Final cost of the ground proved to be much higher than expected during construction. From 2003 to 2011 (when a ramp for away fans and catering facilities were paid for) it consumed PLN 746 mln or close to € 185 mln. Despite the high price it received a lot of criticism as various facilities were being flooded after nearly any bigger rainfall, while the pitch had to be replaced six times in the first year of operation.
The stadium is managed by Lech Poznań, who also play the role of anchor tenants. In June 2013 the club landed first stadium naming rights deal, changing the name to INEA Stadion until 2018.
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Poland: Stairways of contention
Before last weekend regional authorities in Poznan demanded that Lech fans clear stairways at their fanatic stand. Meanwhile after the weekend police in Stettin made numerous arrests only for that same behavior – blocking stairways. Why did this become a major life threat all of a sudden?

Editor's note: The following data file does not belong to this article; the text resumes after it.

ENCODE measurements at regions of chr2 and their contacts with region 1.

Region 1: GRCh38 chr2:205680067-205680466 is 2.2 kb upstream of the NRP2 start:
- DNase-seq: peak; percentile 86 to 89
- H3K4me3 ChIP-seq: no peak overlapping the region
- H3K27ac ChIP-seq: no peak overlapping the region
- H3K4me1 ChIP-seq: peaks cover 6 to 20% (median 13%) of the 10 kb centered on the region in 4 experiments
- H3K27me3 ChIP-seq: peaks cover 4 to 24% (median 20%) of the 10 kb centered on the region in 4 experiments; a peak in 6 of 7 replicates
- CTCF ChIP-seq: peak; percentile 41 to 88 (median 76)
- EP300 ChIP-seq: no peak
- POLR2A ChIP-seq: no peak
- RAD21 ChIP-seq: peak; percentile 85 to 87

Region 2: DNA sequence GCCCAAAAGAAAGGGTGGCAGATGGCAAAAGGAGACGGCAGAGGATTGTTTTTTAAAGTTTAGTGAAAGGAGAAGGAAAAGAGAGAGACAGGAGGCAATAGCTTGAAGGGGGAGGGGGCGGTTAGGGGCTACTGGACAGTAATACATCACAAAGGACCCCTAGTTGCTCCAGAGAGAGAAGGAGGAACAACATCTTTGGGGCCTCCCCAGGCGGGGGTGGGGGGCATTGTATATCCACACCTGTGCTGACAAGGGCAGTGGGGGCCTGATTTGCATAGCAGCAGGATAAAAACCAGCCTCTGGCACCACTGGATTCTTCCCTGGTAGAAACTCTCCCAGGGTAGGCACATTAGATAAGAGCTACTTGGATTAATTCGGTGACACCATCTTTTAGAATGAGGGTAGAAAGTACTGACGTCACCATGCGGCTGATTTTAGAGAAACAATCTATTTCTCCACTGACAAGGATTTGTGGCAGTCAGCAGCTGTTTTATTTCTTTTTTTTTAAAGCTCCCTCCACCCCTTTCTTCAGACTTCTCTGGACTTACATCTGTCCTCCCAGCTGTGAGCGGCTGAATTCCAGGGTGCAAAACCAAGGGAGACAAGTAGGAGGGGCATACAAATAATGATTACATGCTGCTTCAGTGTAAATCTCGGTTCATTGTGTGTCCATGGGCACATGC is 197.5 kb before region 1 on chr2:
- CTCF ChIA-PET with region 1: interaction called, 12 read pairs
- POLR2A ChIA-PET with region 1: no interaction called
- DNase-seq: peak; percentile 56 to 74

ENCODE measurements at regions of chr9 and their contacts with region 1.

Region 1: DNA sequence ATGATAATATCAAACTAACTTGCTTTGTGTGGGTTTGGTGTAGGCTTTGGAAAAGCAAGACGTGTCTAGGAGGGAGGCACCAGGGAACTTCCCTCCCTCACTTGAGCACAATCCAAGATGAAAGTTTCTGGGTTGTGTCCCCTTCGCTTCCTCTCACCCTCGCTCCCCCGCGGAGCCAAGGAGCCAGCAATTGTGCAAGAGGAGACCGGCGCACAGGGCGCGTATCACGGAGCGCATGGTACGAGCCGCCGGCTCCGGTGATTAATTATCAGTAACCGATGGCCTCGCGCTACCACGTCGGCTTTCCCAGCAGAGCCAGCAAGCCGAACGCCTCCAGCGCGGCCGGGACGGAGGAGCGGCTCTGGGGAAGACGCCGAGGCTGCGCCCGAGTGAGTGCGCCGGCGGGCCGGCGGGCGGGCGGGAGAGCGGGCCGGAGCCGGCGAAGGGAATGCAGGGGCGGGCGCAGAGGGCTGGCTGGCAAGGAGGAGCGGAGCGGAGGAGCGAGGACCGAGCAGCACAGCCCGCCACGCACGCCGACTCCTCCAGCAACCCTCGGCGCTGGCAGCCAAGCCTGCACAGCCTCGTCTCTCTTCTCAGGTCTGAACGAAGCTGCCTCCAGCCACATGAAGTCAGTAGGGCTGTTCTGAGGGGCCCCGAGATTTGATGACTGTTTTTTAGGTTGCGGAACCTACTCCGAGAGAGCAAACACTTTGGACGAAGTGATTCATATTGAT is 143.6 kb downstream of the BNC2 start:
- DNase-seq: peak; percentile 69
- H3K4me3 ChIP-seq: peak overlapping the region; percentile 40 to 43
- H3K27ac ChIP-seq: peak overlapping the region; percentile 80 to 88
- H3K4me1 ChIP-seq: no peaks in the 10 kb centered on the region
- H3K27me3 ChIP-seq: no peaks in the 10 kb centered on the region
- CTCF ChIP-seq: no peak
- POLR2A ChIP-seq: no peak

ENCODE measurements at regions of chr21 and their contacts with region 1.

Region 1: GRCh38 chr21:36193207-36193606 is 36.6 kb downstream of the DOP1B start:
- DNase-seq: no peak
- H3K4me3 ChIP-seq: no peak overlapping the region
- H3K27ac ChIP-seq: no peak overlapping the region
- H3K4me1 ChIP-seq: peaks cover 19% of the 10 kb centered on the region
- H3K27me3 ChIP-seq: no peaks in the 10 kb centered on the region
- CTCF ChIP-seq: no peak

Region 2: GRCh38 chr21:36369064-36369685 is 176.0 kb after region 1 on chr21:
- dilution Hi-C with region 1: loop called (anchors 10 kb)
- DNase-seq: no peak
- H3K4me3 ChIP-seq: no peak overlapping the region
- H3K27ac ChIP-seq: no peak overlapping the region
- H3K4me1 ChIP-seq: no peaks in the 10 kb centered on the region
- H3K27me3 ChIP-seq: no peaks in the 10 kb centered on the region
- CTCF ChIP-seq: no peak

Poznan: Possible riot over blocking stairways?
For the past two days police have been practicing interventions at Poznan’s INEA Stadion. The aim is to clear stairways of one stand, should paramedics need to use them. Lech Poznan calls this aggressive stance overzealous, while fans see it as a provocation.
Attendances: Most interesting numbers of 10+ Ranking 2013 (part 1)
Some of you already know them from our facebook account, others may have their very first look at some of Europe's most impressive attendances in football. Part 1 presents clubs that gained/lost most fans last season, as well as clubs that reign their countries in terms of home crowds.
Poland: Poznan stadium grabs naming rights deal
Despite operating since 2010, only now did the Euro 2012 venue get a naming rights partner. Though much lower than in other top Polish venues, the deal is thought to improve Lech Poznan’s budget for the next 5 years.
Poland: Euro 2012 stadiums hardy full